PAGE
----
HMAS Torrens (D67)
|Namesake:||The River Torrens|
|Builder:||Cockatoo Docks and Engineering Company|
|Laid down:||25 January 1913|
|Launched:||28 August 1915|
|Commissioned:||3 July 1916|
|Decommissioned:||19 July 1920 (to reserve)|
|Reclassified:||Training ship (1920–1925)|
|Fate:||Sunk as target 24 November 1930|
|Class and type:||River-class torpedo-boat destroyer|
|Beam:||24 ft 3.625 in (7.40728 m)|
|Propulsion:||3 × Yarrow boilers, Parsons turbines, 10,000 shp (7,500 kW), 3 shafts|
|Speed:||26 knots (48 km/h; 30 mph)|
|Range:||2,690 nautical miles (4,980 km; 3,100 mi) at 11.5 knots (21.3 km/h; 13.2 mph)|
|Complement:||5 officers, 67 sailors|
HMAS Torrens, named for the River Torrens, was a River-class torpedo-boat destroyer of the Royal Australian Navy (RAN). The destroyer was built at Cockatoo Island Dockyard and entered service with the RAN in 1916. The destroyer was first deployed to East Asia, then the Mediterranean, where she remained for the rest of World War I. After returning to Australia, the destroyer was decommissioned, but saw use in several ports for reservist training before the decision to sell her for scrap was made. After being stripped, the destroyer was towed outside Sydney Heads, used for gunnery practice, and scuttled.
Design and construction
Torrens was one of six River-class torpedo-boat destroyers built for the RAN. The destroyer had a displacement of 750 tons, was 250 feet 9 inches (76.43 m) long overall and 245 feet (75 m) long between perpendiculars, and had a beam of 24 feet 3.625 inches (7.40728 m). Propulsion machinery consisted of three Yarrow boilers feeding Parsons turbines, which supplied 10,000 shaft horsepower (7,500 kW) to the ship's three propeller shafts. Its maximum speed was 26 knots (48 km/h; 30 mph), and maximum range was 2,690 nautical miles (4,980 km; 3,100 mi) at 11.5 knots (21.3 km/h; 13.2 mph). The ship's company consisted of 5 officers and 68 sailors.
The destroyer's main armament consisted of a BL 4-inch Mark VIII gun, and three QF 12-pounder 12 cwt guns. This was supplemented by three single 18-inch torpedo tubes and three .303-inch machine guns. Later in the ship's career, two depth charge throwers and four depth charge chutes were installed.
Torrens was laid down by Cockatoo Docks and Engineering Company at Cockatoo Island, New South Wales on 25 January 1913. She was launched on 28 August 1915 by the wife of Lord Munro Ferguson, the Governor-General of Australia. The destroyer was commissioned into the RAN on 3 July 1916, twelve days before construction completed. The ship's name comes from the River Torrens in South Australia.
Torrens and sister ship Swan were first assigned to the British Far East Patrol. From September 1916 to May 1917, Torrens operated throughout Maritime Southeast Asia. In June, the destroyer docked at Singapore for a refit. after which Torrens and the other five River class vessels sailed for the Mediterranean. After escorting a convoy from Port Said to Malta, and refits at the island, Torrens was assigned to Brindisi as part of the anti-submarine patrol force. The heavy but monotonous workload forced the destroyer to visit Malta in December for another refit.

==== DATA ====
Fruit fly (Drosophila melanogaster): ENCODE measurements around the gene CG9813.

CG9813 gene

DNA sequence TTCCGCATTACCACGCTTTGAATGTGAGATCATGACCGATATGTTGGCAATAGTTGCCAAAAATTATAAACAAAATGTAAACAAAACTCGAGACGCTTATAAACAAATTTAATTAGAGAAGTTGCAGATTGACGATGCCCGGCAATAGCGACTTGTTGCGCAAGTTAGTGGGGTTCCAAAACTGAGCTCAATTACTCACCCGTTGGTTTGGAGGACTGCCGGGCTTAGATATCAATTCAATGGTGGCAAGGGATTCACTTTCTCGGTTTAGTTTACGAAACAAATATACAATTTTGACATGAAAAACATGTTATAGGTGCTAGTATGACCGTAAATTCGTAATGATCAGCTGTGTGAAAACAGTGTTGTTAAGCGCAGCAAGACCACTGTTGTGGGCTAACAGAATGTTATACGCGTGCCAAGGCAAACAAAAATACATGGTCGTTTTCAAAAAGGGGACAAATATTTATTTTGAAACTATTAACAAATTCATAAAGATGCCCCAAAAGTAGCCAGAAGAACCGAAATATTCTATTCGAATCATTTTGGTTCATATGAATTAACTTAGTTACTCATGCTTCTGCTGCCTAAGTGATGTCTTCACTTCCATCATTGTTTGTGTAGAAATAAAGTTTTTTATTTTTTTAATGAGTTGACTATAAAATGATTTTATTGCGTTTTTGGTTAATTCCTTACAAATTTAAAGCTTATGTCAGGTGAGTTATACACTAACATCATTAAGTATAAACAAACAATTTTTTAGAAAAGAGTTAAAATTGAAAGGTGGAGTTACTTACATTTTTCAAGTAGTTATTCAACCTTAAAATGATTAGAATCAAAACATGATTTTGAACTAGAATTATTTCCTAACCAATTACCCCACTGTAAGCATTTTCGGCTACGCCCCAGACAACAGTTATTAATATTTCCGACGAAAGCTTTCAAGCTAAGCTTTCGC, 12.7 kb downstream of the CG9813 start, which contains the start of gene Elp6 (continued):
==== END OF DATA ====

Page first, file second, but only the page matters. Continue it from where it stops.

On the night of 22–23 April 1919, Torrens was one of six Allied ships patrolling the Adriatic. A force of five Austrian destroyers attacked, seriously damaging the British destroyers Hornet and Jackal before retreating faster than the Allied ships could pursue. Apart from a brief refit at Messina in September–October, Torrens remained in the region until the end of World War I. Her wartime service was later recognised with the battle honour "Adriatic 1917–18". After returning to Australia in May 1919, Torrens was involved in routine duties.
Decommissioning and fate
Torrens was paid off into reserve on 19 July 1920. The destroyer was relocated to Flinders Naval Depot in July 1924, and although not recommissioned, was used for the training of naval reservists. Torrens was later transferred to Port Adelaide, where she was again used for training until March 1925. The ship returned to Sydney on 11 May, with occasional use for reservist training.
During the general reduction in naval activity imposed by lack of finance during the Great Depression, it was decided to scrap Torrens and her five sister ships. On 24 November 1930, after being stripped of useful materials, Torrens was towed outside Sydney Heads by the tug Heroic, and was used for gunnery target practice. The destroyer withstood considerable shelling before being scuttled by a charge of gelignite.
- Cassells, The Destroyers, p. 138
- Cassells, The Destroyers, p. 139
- Cassells, The Destroyers, pp. 138–9
- "HMAS Torrens (I)". Ship Histories. Royal Australian Navy. Retrieved 6 May 2011.
- Cassells, The Destroyers, pp. 139–40
- Cassells, The Destroyers, p. 140
- "Navy Marks 109th Birthday With Historic Changes To Battle Honours". Royal Australian Navy. 1 March 2010. Archived from the original on 13 June 2011. Retrieved 23 December 2012.
- "Royal Australian Navy Ship/Unit Battle Honours" (PDF). Royal Australian Navy. 1 March 2010. Archived from the original (PDF) on 14 June 2011. Retrieved 23 December 2012.
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